Both Dick and Henry were highly pleased at the success of the application. The pay would indeed be small, but, expended economically, Fosdick thought he could get along on it, receiving his room rent, as before, in return for his services as Dick’s private tutor. Dick determined, as soon as his education would permit, to follow his companion’s example.
“I don’t know as you’ll be willin’ to room with a boot-black,” he said, to Henry, “now you’re goin’ into business.”
“I couldn’t room with a better friend, Dick,” said Fosdick, affectionately, throwing his arm round our hero. “When we part, it’ll be because you wish it.”
So Fosdick entered upon a new career.
NINE MONTHS LATER
The next morning Fosdick rose early, put on his new suit, and, after getting breakfast, set out for the Broadway store in which he had obtained a position. He left his little blacking-box in the room.
“It’ll do to brush my own shoes,” he said. “Who knows but I may have to come back to it again?”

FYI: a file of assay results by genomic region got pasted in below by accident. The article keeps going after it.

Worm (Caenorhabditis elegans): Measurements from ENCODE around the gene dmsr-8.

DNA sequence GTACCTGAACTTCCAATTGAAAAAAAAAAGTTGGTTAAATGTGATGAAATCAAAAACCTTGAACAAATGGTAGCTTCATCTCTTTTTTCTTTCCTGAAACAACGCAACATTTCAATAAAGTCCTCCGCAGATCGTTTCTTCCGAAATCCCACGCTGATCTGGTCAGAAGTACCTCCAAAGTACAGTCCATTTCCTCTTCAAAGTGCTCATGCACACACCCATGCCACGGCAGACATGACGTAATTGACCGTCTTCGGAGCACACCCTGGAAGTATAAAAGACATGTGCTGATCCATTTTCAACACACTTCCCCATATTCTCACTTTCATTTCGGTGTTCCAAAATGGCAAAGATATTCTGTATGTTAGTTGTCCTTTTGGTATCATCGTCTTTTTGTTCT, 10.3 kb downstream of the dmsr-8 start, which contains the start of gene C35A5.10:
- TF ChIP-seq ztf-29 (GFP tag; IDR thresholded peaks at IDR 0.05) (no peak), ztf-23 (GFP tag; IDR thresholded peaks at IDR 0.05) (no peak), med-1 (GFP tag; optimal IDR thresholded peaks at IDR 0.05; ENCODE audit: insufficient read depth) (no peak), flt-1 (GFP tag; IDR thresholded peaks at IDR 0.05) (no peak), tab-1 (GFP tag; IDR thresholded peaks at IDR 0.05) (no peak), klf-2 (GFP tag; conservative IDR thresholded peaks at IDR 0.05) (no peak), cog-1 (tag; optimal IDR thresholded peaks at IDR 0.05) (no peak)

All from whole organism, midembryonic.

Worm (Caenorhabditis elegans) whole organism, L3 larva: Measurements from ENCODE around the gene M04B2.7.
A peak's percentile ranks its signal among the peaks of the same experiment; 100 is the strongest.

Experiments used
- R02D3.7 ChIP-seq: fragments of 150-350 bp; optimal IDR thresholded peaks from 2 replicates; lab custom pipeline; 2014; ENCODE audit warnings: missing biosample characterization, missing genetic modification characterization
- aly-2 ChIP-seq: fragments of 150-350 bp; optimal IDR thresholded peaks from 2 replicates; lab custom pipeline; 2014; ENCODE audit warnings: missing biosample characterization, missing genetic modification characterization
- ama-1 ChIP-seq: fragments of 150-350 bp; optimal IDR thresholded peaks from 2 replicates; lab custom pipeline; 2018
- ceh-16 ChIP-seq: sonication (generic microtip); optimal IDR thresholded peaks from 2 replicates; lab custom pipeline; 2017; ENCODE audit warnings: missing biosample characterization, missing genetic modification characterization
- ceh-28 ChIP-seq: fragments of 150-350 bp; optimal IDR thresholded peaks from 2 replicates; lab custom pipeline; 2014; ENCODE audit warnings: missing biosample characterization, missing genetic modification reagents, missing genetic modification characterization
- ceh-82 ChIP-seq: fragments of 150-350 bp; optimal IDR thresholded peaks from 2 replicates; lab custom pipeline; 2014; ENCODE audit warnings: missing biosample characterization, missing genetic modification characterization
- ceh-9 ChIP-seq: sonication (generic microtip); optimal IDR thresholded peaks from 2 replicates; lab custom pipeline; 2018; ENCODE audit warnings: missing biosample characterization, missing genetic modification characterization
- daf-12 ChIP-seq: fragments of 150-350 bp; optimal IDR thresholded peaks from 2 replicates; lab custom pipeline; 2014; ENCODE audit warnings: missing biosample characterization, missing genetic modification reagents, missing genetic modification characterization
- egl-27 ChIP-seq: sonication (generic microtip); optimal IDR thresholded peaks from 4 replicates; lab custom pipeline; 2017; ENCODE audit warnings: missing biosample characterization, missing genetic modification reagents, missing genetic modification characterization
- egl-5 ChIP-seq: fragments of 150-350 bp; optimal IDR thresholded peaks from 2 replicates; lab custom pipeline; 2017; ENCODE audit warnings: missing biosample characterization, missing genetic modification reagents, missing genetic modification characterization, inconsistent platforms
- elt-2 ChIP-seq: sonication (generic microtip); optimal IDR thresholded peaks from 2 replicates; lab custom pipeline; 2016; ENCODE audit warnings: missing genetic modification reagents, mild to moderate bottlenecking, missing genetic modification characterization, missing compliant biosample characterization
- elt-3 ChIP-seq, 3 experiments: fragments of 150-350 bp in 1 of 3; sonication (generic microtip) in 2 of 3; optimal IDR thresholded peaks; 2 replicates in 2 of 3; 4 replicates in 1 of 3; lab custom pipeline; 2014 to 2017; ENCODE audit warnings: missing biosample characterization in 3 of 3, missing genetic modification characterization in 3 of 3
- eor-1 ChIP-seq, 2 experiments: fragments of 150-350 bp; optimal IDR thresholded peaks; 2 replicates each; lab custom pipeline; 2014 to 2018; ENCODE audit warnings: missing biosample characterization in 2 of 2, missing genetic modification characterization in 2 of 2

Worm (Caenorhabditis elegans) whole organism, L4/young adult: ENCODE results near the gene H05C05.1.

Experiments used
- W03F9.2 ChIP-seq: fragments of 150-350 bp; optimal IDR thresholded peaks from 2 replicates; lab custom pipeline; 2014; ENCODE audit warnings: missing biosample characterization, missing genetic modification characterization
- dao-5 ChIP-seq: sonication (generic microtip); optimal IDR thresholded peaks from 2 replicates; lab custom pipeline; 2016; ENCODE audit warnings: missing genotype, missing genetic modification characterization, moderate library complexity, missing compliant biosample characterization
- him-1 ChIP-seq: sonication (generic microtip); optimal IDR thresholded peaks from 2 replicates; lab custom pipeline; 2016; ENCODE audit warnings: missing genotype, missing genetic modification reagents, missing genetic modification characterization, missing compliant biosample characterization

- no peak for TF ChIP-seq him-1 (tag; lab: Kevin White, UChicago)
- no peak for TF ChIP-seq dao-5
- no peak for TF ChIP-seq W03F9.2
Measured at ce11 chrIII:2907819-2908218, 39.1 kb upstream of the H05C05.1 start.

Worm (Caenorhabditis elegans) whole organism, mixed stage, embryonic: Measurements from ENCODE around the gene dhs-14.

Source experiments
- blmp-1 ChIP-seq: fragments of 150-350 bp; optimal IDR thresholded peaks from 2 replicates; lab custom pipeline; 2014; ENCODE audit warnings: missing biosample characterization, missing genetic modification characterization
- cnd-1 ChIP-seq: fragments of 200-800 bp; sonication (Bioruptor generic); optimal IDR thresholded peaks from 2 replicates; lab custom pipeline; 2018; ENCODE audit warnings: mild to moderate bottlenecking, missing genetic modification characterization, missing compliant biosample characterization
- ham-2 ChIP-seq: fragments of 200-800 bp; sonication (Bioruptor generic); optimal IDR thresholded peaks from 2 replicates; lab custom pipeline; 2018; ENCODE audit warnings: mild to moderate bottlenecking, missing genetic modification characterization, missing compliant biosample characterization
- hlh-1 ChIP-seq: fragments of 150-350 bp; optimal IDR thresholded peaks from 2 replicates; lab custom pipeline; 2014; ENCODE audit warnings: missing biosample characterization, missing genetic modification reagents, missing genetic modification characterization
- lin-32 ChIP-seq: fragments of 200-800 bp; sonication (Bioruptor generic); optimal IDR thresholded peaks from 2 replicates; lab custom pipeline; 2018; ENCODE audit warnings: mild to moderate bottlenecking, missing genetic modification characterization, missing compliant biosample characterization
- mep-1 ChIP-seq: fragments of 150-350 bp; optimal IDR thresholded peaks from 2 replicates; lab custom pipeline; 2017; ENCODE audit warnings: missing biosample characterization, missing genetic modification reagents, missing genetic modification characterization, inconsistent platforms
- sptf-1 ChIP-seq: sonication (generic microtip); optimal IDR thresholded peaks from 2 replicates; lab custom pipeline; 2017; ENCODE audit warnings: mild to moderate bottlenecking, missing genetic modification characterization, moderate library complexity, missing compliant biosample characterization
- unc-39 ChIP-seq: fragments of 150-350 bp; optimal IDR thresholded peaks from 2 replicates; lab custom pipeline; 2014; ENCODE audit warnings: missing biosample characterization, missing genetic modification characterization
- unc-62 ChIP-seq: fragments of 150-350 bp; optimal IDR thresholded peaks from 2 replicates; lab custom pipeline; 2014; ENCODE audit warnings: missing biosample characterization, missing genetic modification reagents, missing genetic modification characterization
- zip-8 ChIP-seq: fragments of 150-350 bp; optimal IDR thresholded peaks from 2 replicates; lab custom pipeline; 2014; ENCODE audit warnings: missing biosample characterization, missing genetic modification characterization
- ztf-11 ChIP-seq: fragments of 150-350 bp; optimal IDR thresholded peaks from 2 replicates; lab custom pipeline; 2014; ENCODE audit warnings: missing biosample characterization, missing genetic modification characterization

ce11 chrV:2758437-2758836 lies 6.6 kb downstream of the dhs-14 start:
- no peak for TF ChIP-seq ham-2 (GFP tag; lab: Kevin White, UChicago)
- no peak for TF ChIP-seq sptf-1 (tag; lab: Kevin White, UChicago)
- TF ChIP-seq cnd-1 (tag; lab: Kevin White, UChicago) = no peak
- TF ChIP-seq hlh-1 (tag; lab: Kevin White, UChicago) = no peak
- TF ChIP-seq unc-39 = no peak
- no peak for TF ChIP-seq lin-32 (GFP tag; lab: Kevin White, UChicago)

“No danger,” said Dick; “I’ll take care of the feet, and you’ll have to look after the heads, now you’re in a hat-store.”
“I wish you had a place too,” said Fosdick.
“I don’t know enough yet,” said Dick. “Wait till I’ve gradooated.”
“And can put A.B. after your name.”
“It stands for Bachelor of Arts. It’s a degree that students get when they graduate from college.”
“Oh,” said Dick, “I didn’t know but it meant A Boot-black. I can put that after my name now. Wouldn’t Dick Hunter, A.B., sound tip-top?”
“I must be going,” said Fosdick. “It won’t do for me to be late the very first morning.”
“That’s the difference between you and me,” said Dick. “I’m my own boss, and there aint no one to find fault with me if I’m late. But I might as well be goin’ too. There’s a gent as comes down to his store pretty early that generally wants a shine.”
The two boys parted at the Park. Fosdick crossed it, and proceeded to the hat-store, while Dick, hitching up his pants, began to look about him for a customer. It was seldom that Dick had to wait long. He was always on the alert, and if there was any business to do he was always sure to get his share of it. He had now a stronger inducement than ever to attend strictly to business; his little stock of money in the savings bank having been nearly exhausted by his liberality to his room-mate. He determined to be as economical as possible, and moreover to study as hard as he could, that he might be able to follow Fosdick’s example, and obtain a place in a store or counting-room. As there were no striking incidents occurring in our hero’s history within the next nine months, I propose to pass over that period, and recount the progress he made in that time.